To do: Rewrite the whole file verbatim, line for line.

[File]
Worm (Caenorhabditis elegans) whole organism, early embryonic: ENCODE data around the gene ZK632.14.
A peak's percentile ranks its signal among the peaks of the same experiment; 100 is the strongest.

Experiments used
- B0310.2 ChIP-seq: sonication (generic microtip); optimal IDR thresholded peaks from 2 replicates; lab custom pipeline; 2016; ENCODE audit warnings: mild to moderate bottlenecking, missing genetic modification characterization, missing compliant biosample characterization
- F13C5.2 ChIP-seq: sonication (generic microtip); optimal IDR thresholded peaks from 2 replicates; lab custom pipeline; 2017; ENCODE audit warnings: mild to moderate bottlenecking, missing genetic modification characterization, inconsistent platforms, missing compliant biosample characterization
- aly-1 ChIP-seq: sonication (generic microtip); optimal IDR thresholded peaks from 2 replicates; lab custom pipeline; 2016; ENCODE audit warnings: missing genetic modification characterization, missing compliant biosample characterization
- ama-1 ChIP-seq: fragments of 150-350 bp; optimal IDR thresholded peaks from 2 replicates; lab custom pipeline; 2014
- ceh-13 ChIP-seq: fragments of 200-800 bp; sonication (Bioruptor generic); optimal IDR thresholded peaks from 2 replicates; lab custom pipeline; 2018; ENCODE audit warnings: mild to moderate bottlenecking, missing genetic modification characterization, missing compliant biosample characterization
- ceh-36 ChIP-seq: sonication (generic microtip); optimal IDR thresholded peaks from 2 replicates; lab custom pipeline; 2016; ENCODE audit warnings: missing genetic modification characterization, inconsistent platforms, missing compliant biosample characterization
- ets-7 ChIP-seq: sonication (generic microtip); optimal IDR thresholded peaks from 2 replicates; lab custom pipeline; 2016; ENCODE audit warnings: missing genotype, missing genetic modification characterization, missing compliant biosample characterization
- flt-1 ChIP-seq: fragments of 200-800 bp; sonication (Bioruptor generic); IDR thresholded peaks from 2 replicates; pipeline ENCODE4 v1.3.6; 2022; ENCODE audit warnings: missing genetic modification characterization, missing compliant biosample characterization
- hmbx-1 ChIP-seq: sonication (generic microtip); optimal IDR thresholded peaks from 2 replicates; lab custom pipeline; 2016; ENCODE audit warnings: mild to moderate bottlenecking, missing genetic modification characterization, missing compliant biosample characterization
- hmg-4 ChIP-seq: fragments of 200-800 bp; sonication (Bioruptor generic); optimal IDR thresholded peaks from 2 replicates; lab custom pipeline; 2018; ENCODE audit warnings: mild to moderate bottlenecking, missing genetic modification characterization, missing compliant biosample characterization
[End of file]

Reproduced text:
Worm (Caenorhabditis elegans) whole organism, early embryonic: ENCODE data around the gene ZK632.14.
A peak's percentile ranks its signal among the peaks of the same experiment; 100 is the strongest.

Experiments used
- B0310.2 ChIP-seq: sonication (generic microtip); optimal IDR thresholded peaks from 2 replicates; lab custom pipeline; 2016; ENCODE audit warnings: mild to moderate bottlenecking, missing genetic modification characterization, missing compliant biosample characterization
- F13C5.2 ChIP-seq: sonication (generic microtip); optimal IDR thresholded peaks from 2 replicates; lab custom pipeline; 2017; ENCODE audit warnings: mild to moderate bottlenecking, missing genetic modification characterization, inconsistent platforms, missing compliant biosample characterization
- aly-1 ChIP-seq: sonication (generic microtip); optimal IDR thresholded peaks from 2 replicates; lab custom pipeline; 2016; ENCODE audit warnings: missing genetic modification characterization, missing compliant biosample characterization
- ama-1 ChIP-seq: fragments of 150-350 bp; optimal IDR thresholded peaks from 2 replicates; lab custom pipeline; 2014
- ceh-13 ChIP-seq: fragments of 200-800 bp; sonication (Bioruptor generic); optimal IDR thresholded peaks from 2 replicates; lab custom pipeline; 2018; ENCODE audit warnings: mild to moderate bottlenecking, missing genetic modification characterization, missing compliant biosample characterization
- ceh-36 ChIP-seq: sonication (generic microtip); optimal IDR thresholded peaks from 2 replicates; lab custom pipeline; 2016; ENCODE audit warnings: missing genetic modification characterization, inconsistent platforms, missing compliant biosample characterization
- ets-7 ChIP-seq: sonication (generic microtip); optimal IDR thresholded peaks from 2 replicates; lab custom pipeline; 2016; ENCODE audit warnings: missing genotype, missing genetic modification characterization, missing compliant biosample characterization
- flt-1 ChIP-seq: fragments of 200-800 bp; sonication (Bioruptor generic); IDR thresholded peaks from 2 replicates; pipeline ENCODE4 v1.3.6; 2022; ENCODE audit warnings: missing genetic modification characterization, missing compliant biosample characterization
- hmbx-1 ChIP-seq: sonication (generic microtip); optimal IDR thresholded peaks from 2 replicates; lab custom pipeline; 2016; ENCODE audit warnings: mild to moderate bottlenecking, missing genetic modification characterization, missing compliant biosample characterization
- hmg-4 ChIP-seq: fragments of 200-800 bp; sonication (Bioruptor generic); optimal IDR thresholded peaks from 2 replicates; lab custom pipeline; 2018; ENCODE audit warnings: mild to moderate bottlenecking, missing genetic modification characterization, missing compliant biosample characterization